3. Consider respondent language preferences for optimal interactions. Screening for identification to culture, language, acculturation, and other cultural filters is key to determining the best way to segment U.S. Hispanic sessions. You should ideally separate the sessions based on language (Spanish Dominant, Bilingual, English Dominant). You may also need to look at comfort levels in speaking, reading, and writing to ensure participants are fluent conversationally (webcam sessions) and/or in written forms (online bulletin boards/chat groups). This will give you the best shot at full respondent participation. If you simply cannot hold the sessions separately, you can include English Dominant and Bilingual or Bilingual and Spanish Dominant in one bulletin board/webcam group/chat group. However, for optimal interaction among U.S. Hispanics, one must consider:
    • English, Spanish, or Spanglish. While screening for the study language is important, you need to expect some switching between languages. Accommodating the switch from English to Spanish and vice versa can allow you to go deeper, especially with bilingual participants. So, bring on the Spanglish! Bilingualism is on the rise in the U.S. and will likely affect future generations. Your moderator must be able to integrate a fluid switch between languages.
    • The need to call out segment differences. Keep in mind that mixing bilinguals with another segment may not allow you to call out segment differences in webcam focus groups. By using a bulletin board, you can tag based on these characteristics, allowing you the opportunity to identify unique differences. Another way to uncover differences is with individual webcam interviews.
  4. Account for special considerations when recruiting Hispanics for online research. An experienced recruiter will adjust for cultural complexities. Don’t be shy—ask for specifics about the experience of culturally-tailored recruitment. Some recruiters may not have a large enough database and/or resources to recruit Spanish-Dominant Hispanics or those in Latin America. You may benefit from hiring multiple recruiters, working with an in-country recruiter, and/or an independent recruiter.
    • Work with bilingual recruitment staff. If your technology partner offers to manage the recruit, make sure that they have a fluent Spanish speaker on staff or plan to have a team member bridge the gap. Loose time considerations come into play for recruiters too, especially in Latin America. You just need to expect that things will take longer. For example, plan for an additional week when recruiting in Latin America. Daily profile updates may also prove to be a challenge. Clearly spell out your expectations right from the jump and be ready to compromise. QRCA members tend to be more familiar with U.S. best practices—take this into consideration when hiring a recruiter in Latin America as this can ease the process.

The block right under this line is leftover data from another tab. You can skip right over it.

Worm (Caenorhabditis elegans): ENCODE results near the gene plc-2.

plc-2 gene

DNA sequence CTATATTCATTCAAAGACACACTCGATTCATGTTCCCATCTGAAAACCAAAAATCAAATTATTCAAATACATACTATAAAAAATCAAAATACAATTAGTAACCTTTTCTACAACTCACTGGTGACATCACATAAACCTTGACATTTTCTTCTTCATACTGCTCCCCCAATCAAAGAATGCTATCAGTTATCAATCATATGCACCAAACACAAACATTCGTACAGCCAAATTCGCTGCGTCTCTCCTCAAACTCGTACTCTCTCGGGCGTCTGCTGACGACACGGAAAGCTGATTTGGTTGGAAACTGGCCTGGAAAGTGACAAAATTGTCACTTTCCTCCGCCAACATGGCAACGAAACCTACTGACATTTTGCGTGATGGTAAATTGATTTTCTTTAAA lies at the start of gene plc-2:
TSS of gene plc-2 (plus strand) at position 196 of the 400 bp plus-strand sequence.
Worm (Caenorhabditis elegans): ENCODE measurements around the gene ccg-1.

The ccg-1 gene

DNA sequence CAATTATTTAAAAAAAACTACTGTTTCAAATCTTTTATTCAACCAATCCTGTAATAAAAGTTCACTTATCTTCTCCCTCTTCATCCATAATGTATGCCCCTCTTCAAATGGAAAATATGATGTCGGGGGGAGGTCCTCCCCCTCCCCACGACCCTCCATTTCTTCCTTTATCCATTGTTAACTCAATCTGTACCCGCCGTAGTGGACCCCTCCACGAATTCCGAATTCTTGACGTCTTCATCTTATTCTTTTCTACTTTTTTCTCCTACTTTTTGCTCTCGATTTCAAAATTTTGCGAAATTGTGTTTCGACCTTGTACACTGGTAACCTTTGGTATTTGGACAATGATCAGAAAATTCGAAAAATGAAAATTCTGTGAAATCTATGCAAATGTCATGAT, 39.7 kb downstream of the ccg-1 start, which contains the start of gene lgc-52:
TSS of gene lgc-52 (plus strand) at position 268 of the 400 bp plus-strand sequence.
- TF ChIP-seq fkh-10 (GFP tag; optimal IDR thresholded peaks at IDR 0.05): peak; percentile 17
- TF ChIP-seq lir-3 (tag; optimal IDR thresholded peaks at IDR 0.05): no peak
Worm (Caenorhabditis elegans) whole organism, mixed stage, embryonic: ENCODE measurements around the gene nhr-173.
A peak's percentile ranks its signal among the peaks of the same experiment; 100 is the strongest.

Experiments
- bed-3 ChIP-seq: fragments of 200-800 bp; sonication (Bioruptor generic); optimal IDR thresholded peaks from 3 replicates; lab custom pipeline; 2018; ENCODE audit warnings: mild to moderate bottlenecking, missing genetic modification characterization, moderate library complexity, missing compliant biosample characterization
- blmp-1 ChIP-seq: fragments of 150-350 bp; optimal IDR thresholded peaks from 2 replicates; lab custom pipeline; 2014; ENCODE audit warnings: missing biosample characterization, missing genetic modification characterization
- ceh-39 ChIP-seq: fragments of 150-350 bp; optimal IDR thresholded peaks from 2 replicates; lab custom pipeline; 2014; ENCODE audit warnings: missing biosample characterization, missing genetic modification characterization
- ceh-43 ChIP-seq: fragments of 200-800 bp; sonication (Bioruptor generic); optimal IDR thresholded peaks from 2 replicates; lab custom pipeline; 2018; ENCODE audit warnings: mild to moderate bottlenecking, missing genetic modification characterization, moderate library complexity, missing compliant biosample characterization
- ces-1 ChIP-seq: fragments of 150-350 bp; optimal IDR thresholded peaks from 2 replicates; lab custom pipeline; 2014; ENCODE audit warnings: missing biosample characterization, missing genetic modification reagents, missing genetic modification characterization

• Literacy can vary widely among Hispanics. It is not unusual to have a range from elementary level to post-graduate education in a U.S. Hispanic study—when education is not accounted for, that is. In the U.S., pre-tax annual household income is a widely used standard. But in Latin America, there is a wide gap between household incomes, and it is a rarely-used statistic—most importantly, that information is considered totally confidential. For this reason, socioeconomic status features prominently in Latin American recruitment. It necessitates many questions to ensure accuracy, down to including the number of light bulbs in the house (really). Screening Latin Americans for socioeconomic status will result in a more uniform level of education. Use detailed exercises when screening to ensure the respondents are articulate, literate, and competent with the study technology.
  5. Offer in-language support services. Providing Spanish tech support is critical when working with participants in Latin America. Your tech support must be ready to address issues in technology, connection, participation, etc. Along the same lines, you also need to provide adequate simultaneous interpretation. For English-speaking observers, the moderating is only as good as the interpreter. An experienced moderator should provide recommendations for a simultaneous interpreter who is well-versed in interpreting qualitative sessions—being court certified does not guarantee experience with qualitative sessions. Doing a tech check with the simultaneous interpreter and team is important to ensure a smooth launch, especially for webcam interviews.